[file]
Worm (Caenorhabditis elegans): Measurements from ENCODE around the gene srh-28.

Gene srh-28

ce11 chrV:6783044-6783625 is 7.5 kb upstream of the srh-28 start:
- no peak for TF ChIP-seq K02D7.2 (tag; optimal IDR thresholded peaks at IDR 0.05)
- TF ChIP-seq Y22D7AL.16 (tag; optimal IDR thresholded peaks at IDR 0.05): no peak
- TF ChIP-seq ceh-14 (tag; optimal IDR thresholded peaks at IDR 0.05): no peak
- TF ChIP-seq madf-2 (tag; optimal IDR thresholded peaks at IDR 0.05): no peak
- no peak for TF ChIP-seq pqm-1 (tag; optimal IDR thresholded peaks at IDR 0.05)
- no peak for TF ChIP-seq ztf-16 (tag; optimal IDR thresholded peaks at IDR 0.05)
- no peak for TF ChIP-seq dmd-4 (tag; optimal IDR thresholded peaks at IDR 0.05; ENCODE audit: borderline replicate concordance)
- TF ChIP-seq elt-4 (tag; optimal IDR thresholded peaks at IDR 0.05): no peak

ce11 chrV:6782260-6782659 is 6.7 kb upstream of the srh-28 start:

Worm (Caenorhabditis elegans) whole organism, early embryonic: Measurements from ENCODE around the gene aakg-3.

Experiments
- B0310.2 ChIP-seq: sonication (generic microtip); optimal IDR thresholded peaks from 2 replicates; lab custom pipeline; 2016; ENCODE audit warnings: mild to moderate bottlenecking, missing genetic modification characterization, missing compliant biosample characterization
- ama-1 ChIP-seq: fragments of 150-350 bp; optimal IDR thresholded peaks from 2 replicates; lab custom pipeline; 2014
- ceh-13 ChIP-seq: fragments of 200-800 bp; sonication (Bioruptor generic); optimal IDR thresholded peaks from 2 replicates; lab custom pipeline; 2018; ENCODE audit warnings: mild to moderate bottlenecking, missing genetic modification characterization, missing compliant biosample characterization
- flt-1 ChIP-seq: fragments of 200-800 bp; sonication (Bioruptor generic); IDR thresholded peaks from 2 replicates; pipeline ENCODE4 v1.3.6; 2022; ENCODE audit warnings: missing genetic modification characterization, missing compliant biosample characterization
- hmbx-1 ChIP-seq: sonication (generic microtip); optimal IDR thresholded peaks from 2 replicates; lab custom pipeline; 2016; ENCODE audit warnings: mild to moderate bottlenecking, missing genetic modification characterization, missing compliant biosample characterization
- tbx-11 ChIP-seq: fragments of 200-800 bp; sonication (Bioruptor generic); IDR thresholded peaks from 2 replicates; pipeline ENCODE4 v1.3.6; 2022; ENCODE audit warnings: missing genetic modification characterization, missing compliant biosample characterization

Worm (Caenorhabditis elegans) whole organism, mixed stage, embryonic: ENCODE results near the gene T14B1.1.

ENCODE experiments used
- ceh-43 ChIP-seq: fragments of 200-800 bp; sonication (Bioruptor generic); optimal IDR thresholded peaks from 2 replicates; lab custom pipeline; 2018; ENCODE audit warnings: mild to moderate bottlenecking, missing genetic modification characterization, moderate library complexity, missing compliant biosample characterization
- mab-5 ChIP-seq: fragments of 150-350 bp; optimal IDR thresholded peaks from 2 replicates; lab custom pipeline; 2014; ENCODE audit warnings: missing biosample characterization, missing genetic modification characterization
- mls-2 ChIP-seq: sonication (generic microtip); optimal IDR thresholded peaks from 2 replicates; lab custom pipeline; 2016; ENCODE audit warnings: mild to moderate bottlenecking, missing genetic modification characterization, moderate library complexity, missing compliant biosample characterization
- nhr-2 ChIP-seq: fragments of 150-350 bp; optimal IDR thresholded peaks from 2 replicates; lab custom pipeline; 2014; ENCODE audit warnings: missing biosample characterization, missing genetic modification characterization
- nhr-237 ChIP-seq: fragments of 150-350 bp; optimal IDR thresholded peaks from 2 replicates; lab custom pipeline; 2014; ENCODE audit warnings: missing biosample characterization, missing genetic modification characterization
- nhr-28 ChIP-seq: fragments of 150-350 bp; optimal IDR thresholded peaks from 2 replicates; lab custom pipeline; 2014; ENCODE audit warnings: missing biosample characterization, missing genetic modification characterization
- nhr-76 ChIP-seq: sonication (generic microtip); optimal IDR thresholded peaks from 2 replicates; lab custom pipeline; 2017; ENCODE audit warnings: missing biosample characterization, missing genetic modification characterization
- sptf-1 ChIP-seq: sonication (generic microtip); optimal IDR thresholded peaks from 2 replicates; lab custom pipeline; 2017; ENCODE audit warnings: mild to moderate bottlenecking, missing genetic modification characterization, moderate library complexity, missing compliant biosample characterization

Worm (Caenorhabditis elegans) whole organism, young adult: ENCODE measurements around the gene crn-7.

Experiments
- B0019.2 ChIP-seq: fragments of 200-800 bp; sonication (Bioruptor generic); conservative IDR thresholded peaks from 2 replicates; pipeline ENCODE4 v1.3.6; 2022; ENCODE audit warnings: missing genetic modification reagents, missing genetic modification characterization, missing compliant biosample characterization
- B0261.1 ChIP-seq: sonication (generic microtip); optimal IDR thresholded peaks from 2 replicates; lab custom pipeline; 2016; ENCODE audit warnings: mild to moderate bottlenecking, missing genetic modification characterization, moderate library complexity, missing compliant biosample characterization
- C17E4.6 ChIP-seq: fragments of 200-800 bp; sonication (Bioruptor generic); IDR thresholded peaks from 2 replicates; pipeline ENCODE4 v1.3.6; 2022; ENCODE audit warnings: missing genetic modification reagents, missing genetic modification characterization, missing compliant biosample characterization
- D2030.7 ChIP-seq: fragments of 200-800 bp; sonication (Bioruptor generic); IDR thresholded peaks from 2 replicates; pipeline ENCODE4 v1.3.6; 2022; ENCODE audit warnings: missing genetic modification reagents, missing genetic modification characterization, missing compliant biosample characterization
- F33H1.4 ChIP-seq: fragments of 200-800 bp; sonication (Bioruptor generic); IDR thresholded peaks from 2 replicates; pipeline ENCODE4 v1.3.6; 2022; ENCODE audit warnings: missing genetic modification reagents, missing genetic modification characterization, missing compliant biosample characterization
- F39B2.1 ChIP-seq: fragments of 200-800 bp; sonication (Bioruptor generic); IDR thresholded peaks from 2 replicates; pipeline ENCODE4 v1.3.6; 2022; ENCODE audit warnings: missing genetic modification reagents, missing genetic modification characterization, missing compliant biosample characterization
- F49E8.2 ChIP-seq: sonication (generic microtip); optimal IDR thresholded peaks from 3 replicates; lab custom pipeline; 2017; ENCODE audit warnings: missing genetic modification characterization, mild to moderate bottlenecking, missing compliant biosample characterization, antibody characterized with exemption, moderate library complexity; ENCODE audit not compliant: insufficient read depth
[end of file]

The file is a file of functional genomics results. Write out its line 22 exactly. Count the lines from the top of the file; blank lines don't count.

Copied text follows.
ENCODE experiments used